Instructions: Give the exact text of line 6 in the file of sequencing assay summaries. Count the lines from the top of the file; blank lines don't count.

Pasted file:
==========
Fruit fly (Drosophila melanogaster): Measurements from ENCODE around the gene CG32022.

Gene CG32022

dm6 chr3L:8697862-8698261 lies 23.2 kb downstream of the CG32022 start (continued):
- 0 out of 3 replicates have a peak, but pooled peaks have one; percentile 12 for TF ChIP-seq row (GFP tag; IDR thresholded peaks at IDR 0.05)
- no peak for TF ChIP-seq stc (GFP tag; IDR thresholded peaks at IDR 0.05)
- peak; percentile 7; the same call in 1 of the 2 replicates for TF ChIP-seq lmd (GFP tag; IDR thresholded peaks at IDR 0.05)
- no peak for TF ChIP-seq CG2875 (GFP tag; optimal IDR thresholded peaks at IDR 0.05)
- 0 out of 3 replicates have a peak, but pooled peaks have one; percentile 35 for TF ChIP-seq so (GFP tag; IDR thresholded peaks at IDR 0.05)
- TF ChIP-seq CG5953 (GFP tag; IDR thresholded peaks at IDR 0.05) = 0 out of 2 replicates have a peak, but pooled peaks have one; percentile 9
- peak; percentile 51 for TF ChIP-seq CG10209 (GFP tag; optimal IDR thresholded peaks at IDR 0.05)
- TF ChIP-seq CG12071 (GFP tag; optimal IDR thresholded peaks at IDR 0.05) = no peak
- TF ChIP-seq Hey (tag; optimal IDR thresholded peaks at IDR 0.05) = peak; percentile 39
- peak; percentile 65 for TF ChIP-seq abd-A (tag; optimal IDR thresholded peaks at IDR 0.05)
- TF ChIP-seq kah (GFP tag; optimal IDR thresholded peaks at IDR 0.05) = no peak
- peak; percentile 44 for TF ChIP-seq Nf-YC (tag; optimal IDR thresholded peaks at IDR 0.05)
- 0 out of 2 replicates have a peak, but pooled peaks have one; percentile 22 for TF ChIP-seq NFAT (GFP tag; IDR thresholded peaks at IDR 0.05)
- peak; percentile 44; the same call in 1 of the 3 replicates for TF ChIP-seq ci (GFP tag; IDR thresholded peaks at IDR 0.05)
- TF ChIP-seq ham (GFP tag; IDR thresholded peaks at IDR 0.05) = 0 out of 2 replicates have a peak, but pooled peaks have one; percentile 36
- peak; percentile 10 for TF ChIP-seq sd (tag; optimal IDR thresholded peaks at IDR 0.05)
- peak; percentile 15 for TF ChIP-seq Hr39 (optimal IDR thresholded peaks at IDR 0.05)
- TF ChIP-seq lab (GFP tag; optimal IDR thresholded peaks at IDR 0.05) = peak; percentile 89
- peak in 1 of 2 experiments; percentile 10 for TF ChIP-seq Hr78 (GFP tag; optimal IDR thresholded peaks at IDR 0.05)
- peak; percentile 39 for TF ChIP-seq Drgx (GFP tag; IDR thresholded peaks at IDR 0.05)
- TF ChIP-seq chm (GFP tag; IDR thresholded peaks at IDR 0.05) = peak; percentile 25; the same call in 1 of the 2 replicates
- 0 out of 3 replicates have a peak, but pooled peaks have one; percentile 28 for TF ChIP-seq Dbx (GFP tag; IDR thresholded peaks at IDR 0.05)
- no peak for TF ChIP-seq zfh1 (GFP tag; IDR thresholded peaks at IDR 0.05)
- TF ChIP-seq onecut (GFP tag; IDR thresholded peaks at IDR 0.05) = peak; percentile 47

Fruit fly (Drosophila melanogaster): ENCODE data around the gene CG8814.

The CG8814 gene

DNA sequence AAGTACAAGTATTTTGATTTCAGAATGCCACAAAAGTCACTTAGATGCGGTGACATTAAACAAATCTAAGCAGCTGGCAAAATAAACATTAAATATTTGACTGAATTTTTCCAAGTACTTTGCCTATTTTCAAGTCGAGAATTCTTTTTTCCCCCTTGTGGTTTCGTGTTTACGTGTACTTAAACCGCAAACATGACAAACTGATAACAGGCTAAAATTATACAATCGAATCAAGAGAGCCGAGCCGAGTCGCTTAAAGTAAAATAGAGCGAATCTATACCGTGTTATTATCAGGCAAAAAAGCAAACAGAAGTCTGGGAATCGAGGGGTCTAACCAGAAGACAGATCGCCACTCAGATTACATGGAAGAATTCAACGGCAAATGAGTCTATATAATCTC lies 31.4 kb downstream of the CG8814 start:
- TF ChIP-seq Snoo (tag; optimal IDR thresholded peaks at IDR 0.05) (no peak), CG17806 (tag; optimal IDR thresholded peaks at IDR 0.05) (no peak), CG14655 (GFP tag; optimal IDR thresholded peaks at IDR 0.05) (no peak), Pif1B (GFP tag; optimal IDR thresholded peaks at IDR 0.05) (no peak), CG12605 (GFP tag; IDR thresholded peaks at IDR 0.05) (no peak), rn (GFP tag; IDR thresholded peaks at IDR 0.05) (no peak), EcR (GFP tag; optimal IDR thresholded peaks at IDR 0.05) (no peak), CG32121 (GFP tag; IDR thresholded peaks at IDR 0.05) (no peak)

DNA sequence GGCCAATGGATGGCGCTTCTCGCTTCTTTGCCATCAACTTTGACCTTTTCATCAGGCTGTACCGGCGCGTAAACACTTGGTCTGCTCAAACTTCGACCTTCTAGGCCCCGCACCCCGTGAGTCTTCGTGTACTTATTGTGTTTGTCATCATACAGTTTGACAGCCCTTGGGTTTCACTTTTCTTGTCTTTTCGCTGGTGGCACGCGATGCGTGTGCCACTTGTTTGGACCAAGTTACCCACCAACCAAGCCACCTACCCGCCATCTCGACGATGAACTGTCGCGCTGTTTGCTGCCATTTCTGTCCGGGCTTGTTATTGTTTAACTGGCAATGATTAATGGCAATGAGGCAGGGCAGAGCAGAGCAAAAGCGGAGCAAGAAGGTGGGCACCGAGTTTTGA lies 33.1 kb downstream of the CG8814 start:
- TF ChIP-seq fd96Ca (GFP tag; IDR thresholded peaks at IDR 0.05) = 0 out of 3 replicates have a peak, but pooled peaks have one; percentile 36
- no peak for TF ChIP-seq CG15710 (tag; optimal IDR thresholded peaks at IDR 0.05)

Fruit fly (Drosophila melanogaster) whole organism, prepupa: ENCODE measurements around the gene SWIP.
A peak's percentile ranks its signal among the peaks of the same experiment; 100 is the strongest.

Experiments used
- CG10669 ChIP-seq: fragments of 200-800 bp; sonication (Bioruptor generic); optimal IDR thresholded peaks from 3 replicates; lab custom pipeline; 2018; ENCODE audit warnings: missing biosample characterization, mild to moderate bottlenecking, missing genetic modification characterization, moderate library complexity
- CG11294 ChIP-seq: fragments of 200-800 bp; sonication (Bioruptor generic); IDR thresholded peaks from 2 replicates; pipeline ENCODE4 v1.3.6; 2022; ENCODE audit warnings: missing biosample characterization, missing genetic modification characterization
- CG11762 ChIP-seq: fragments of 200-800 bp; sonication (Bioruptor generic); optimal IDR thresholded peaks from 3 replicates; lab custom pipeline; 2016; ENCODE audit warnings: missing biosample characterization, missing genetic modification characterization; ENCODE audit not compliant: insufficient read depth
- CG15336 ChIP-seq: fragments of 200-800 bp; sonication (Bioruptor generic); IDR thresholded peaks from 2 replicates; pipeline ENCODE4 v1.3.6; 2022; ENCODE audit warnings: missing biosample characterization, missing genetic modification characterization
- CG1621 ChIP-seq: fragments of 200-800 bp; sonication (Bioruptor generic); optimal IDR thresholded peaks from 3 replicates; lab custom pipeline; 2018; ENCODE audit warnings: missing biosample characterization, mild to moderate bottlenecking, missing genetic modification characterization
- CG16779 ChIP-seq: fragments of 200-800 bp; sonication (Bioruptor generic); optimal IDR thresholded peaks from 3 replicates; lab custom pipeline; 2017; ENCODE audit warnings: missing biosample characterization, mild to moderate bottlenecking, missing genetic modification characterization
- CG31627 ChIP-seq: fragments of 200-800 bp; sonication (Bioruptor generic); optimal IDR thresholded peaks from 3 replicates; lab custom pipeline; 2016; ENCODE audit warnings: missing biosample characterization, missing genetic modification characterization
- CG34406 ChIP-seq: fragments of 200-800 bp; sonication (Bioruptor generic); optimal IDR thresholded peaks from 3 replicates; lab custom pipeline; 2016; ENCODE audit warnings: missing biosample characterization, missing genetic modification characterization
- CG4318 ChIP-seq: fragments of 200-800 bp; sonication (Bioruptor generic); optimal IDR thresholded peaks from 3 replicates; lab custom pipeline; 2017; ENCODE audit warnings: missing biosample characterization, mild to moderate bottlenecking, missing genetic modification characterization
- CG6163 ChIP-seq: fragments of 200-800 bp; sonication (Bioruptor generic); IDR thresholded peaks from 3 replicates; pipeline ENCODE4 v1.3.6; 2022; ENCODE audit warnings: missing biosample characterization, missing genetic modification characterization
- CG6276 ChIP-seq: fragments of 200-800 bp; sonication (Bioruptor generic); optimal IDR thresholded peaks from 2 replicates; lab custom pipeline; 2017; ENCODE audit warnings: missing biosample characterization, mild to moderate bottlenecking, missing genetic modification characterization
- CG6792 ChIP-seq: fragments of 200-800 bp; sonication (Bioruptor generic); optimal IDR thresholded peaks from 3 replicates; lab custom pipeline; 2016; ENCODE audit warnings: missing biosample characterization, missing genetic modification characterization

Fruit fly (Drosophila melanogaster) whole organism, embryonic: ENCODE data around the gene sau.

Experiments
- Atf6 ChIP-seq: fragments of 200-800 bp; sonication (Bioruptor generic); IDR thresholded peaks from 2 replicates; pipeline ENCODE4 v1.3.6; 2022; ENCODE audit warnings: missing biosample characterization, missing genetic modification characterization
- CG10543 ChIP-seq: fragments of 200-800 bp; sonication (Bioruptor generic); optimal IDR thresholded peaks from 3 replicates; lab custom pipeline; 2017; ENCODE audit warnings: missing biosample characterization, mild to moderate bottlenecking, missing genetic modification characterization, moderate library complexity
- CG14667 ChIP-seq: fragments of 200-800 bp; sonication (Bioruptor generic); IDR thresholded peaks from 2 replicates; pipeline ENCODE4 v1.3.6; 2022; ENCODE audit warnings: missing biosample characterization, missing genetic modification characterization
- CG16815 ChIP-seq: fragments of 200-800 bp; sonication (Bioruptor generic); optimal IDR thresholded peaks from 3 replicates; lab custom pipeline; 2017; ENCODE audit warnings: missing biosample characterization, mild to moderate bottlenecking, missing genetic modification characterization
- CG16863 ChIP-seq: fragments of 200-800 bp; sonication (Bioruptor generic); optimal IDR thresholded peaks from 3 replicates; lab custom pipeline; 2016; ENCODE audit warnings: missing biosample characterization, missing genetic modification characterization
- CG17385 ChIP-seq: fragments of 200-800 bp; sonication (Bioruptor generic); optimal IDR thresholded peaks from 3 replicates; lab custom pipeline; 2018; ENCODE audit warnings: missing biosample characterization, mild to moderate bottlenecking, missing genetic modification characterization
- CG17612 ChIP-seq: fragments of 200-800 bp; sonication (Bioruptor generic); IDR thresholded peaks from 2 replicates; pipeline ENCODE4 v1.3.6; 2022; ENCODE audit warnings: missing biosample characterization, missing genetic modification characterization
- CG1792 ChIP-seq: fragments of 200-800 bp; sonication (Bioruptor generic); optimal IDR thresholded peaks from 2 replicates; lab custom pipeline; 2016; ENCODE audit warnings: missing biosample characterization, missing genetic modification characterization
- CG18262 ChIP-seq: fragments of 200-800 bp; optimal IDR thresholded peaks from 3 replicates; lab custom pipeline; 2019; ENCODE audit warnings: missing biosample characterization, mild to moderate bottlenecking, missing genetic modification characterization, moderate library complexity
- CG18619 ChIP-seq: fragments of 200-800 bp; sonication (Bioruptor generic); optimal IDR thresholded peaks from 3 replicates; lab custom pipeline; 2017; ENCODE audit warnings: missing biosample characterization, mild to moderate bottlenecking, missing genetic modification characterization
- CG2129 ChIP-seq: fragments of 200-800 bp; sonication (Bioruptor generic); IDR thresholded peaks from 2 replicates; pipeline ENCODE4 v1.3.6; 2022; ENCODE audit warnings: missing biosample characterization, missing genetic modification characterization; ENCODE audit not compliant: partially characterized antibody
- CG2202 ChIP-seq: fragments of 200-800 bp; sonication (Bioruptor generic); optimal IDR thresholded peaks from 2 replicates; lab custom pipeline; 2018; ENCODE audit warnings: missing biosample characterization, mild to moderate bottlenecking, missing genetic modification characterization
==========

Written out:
- peak; percentile 7; the same call in 1 of the 2 replicates for TF ChIP-seq lmd (GFP tag; IDR thresholded peaks at IDR 0.05)